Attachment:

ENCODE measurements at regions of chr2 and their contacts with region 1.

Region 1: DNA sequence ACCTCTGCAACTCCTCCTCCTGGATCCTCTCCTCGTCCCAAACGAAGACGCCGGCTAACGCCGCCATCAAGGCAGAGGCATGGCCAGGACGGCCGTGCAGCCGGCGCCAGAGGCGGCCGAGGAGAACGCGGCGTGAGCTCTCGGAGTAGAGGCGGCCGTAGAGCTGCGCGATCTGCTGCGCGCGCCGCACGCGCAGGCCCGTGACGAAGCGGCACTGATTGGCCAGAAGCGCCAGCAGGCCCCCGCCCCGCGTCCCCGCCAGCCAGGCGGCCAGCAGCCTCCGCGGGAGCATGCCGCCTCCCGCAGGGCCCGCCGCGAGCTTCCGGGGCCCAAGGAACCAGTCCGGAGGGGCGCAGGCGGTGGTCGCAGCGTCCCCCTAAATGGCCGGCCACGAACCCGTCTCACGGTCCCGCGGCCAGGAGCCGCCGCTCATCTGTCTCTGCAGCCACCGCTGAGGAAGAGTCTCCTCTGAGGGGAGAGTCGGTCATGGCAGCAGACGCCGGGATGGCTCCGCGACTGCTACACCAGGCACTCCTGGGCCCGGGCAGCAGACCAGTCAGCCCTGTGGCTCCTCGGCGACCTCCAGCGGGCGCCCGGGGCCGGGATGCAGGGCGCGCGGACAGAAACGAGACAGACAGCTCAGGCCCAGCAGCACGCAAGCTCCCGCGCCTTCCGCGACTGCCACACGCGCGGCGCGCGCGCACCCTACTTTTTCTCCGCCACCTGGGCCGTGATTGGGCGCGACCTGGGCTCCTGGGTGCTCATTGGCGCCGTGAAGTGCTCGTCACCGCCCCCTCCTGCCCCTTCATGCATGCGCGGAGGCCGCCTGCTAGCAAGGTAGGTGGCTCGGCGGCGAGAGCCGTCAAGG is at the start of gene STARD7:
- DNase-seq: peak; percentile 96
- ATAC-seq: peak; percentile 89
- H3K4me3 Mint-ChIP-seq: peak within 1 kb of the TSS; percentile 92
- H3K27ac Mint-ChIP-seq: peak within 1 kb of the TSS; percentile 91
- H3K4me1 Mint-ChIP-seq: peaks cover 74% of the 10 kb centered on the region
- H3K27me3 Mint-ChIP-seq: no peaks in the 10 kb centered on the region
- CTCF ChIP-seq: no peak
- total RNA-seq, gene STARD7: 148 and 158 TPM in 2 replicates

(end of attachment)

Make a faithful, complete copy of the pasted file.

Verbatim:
ENCODE measurements at regions of chr2 and their contacts with region 1.

Region 1: DNA sequence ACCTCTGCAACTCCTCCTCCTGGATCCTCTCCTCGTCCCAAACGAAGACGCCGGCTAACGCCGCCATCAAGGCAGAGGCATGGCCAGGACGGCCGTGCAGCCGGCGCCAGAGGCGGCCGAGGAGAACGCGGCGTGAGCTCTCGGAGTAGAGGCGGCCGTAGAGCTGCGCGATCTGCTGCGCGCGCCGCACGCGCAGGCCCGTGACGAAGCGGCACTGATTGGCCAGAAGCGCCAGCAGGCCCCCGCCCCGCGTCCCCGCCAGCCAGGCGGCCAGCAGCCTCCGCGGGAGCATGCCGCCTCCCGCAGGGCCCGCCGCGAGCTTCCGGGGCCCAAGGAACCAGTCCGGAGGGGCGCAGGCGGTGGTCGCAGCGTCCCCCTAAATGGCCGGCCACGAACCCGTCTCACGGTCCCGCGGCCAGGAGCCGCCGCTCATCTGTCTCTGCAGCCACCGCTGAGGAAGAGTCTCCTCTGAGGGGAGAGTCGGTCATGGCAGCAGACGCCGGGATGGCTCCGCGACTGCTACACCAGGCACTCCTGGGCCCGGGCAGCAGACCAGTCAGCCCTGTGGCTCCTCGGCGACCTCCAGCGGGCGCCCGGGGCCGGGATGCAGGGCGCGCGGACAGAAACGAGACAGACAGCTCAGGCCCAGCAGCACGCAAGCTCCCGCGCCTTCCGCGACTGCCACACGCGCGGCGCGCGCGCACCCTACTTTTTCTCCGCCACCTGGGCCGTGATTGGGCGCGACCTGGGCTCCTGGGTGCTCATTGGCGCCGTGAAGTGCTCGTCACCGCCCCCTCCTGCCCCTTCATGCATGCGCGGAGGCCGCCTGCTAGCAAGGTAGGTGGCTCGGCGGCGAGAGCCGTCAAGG is at the start of gene STARD7:
- DNase-seq: peak; percentile 96
- ATAC-seq: peak; percentile 89
- H3K4me3 Mint-ChIP-seq: peak within 1 kb of the TSS; percentile 92
- H3K27ac Mint-ChIP-seq: peak within 1 kb of the TSS; percentile 91
- H3K4me1 Mint-ChIP-seq: peaks cover 74% of the 10 kb centered on the region
- H3K27me3 Mint-ChIP-seq: no peaks in the 10 kb centered on the region
- CTCF ChIP-seq: no peak
- total RNA-seq, gene STARD7: 148 and 158 TPM in 2 replicates